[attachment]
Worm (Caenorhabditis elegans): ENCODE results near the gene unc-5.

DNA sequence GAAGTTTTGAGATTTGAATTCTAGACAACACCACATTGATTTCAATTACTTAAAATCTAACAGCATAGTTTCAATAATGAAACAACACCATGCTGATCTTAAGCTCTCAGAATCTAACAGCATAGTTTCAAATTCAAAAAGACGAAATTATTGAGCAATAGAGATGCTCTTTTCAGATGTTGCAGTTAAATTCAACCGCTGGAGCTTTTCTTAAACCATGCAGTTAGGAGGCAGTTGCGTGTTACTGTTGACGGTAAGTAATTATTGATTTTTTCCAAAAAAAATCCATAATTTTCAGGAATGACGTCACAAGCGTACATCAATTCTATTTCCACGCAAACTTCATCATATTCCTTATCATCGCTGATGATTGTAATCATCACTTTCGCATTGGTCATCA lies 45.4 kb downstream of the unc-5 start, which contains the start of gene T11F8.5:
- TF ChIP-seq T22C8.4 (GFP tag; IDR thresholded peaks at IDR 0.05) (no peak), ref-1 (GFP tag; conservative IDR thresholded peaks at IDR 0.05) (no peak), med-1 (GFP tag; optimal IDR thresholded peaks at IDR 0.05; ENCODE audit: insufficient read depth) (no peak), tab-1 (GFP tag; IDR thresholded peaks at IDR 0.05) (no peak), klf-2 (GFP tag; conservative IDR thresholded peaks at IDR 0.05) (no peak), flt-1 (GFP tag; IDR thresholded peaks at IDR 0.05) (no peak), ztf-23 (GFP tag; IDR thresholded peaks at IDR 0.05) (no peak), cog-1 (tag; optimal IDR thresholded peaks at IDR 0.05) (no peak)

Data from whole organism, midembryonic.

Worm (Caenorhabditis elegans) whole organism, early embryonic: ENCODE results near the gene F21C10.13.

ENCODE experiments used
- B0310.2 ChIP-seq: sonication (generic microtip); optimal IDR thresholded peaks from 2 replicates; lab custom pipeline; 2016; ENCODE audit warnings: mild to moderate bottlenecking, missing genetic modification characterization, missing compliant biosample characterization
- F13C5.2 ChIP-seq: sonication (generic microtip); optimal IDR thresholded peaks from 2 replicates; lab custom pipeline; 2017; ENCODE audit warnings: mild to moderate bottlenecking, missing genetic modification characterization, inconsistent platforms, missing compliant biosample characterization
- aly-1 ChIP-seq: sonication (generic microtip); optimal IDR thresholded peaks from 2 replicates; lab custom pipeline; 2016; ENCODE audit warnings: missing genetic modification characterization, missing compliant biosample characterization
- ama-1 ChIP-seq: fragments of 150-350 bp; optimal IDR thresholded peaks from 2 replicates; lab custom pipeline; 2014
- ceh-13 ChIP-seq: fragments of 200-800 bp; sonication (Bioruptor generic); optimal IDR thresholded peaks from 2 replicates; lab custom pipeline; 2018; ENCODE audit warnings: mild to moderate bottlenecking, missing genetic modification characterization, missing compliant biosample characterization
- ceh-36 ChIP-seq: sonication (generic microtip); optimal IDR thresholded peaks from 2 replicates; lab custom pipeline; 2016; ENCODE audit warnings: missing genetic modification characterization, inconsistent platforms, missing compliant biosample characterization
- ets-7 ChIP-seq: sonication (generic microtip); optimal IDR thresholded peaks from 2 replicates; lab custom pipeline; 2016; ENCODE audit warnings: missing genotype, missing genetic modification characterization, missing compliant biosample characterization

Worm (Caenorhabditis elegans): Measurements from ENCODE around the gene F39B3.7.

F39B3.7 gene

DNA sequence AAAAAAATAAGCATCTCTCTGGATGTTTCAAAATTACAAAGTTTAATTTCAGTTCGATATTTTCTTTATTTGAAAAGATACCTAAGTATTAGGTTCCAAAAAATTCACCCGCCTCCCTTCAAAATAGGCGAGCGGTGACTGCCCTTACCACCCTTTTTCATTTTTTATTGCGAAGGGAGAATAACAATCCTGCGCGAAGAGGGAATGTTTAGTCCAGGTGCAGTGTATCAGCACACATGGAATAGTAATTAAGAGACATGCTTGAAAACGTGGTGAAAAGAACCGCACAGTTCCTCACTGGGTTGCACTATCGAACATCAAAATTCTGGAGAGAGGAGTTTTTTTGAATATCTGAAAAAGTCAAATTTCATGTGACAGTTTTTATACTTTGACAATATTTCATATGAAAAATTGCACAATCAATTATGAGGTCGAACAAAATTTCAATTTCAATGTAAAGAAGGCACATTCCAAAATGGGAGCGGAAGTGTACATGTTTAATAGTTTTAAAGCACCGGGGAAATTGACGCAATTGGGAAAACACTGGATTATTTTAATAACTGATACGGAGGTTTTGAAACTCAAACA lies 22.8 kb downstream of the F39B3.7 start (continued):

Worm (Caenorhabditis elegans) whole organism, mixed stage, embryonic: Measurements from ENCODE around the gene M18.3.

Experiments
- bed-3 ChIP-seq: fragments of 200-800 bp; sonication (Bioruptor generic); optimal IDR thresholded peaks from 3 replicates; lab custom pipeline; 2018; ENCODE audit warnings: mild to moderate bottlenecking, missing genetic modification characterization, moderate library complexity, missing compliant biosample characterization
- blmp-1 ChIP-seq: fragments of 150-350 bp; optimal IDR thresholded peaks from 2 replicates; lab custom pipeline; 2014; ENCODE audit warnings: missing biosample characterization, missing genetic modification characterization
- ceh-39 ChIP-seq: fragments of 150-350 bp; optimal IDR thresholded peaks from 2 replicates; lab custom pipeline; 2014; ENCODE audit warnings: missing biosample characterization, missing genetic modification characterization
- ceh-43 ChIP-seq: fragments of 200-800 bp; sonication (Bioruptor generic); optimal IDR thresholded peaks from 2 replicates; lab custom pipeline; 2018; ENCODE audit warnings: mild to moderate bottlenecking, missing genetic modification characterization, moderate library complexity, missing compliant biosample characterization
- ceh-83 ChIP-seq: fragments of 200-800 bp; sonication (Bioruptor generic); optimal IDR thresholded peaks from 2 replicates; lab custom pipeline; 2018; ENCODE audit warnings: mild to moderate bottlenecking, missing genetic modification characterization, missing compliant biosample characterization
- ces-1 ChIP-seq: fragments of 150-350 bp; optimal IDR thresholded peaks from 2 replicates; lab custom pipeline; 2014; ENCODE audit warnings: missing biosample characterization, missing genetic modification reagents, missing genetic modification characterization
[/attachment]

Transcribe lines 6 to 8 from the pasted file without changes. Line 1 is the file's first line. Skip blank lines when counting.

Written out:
ENCODE experiments used
- B0310.2 ChIP-seq: sonication (generic microtip); optimal IDR thresholded peaks from 2 replicates; lab custom pipeline; 2016; ENCODE audit warnings: mild to moderate bottlenecking, missing genetic modification characterization, missing compliant biosample characterization
- F13C5.2 ChIP-seq: sonication (generic microtip); optimal IDR thresholded peaks from 2 replicates; lab custom pipeline; 2017; ENCODE audit warnings: mild to moderate bottlenecking, missing genetic modification characterization, inconsistent platforms, missing compliant biosample characterization